Notably high concentrations of PICP and PIIINP were found in the subdural fluid (table 2), but serum concentrations did not differ between the patients and the controls. The median concentration of PICP in the 17 samples of subdural fluid was 7.42 mg/l (range 2.60–47.6 mg/l), 78 times higher than that in the parallel serum samples. Correspondingly, the concentration of PIIINP was 0.50 mg/l (range 0.14–1.36 mg/l), 156 times higher than that in the serum. The PICP/PIIINP ratio in the subdural fluid was 15 (range 8–50), being similar to that in the CSF of controls (table 2), whereas the ratio was 32 (range 11–48) in parallel serum samples (p = 0.02 for difference between subdural fluid and serum; Wilcoxon signed rank test). The highest propeptide concentrations were 47.6 mg/l for PICP and 1.36 mg/l for PIIINP, in patient 2 with subdural haematoma. The subdural fluid/serum ratio of this patient was 548 for PICP and 504 for PIIINP. There were no significant differences in propeptide concentrations between the chronic subdural haematoma, post-traumatic subdural effusion, and postoperative subdural effusion samples (table 2).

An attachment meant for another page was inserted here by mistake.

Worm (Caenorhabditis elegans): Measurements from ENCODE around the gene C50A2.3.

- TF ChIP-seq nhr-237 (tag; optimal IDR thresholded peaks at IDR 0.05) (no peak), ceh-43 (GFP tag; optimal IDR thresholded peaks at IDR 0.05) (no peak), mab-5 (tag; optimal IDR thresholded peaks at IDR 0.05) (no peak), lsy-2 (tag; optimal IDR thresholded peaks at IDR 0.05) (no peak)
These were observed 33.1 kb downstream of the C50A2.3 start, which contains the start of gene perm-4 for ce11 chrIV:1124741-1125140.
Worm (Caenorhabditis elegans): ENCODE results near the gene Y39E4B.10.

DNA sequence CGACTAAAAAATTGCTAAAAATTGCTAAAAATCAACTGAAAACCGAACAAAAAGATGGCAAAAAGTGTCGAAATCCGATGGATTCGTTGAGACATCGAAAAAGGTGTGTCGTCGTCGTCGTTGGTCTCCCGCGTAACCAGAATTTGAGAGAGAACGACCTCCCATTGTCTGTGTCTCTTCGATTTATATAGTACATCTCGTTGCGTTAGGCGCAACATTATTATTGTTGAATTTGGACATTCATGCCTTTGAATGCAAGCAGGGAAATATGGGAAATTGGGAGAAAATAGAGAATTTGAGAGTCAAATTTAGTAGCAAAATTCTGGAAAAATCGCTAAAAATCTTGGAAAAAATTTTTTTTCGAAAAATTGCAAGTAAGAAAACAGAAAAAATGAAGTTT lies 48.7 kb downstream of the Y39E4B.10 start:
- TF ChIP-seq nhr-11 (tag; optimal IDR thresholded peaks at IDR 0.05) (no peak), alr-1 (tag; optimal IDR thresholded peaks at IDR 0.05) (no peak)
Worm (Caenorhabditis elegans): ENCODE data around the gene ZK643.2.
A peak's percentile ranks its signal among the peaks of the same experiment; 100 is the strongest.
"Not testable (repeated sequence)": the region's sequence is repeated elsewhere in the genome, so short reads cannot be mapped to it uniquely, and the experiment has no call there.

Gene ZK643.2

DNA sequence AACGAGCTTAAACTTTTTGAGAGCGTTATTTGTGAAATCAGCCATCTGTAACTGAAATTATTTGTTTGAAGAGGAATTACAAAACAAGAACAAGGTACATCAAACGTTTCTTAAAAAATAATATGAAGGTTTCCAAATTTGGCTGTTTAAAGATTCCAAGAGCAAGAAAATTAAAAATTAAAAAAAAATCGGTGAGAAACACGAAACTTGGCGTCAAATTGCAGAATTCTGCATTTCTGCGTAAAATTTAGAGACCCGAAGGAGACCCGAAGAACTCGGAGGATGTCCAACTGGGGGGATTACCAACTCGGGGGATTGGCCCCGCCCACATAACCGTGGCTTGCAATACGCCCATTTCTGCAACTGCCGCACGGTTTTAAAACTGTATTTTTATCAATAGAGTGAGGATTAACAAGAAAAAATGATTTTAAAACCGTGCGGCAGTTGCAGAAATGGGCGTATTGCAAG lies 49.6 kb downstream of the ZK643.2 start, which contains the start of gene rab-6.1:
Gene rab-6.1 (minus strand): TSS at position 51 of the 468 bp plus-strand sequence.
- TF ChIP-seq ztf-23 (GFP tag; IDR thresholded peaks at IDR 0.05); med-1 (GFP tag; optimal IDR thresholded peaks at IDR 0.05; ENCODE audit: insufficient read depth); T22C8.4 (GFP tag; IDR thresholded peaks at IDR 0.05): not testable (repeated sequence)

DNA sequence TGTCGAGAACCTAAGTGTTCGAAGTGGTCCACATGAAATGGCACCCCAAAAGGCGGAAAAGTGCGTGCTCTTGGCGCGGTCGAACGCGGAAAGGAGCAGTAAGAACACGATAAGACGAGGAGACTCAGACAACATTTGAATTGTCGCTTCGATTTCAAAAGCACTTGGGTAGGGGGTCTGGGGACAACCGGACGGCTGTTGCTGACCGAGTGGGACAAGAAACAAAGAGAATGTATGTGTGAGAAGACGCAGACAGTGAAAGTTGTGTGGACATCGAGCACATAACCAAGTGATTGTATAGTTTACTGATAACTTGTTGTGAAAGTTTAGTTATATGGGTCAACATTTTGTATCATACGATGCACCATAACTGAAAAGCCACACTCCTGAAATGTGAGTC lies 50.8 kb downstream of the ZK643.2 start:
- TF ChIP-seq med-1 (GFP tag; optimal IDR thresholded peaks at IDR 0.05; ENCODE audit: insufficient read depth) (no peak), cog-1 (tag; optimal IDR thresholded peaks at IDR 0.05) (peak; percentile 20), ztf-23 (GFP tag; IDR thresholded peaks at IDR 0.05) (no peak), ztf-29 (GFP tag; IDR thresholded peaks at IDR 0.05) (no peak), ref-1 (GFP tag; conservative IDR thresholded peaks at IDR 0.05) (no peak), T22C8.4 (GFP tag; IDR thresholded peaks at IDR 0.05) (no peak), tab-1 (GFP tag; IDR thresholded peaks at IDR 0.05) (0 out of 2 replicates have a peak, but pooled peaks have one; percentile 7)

Table 2

Concentrations of PICP and PIIINP in the subdural fluid of patients with chronic subdural haematoma or subdural effusion and in serum


We found chronic subdural haematoma and effusion to contain extremely high concentrations of the propeptides of type I and type III procollagens, that of PICP being 78-fold and that of PIIINP 156-fold relative to the corresponding serum concentrations, and both more than 100-fold relative to concentrations that have been measured in the CSF.4 Interestingly, the concentrations of PICP and PIIINP were fairly similar to those observed in wound fluid during the first few days after a surgical operation,10–12 suggesting that dural fibroblasts have a considerable potential for collagen synthesis.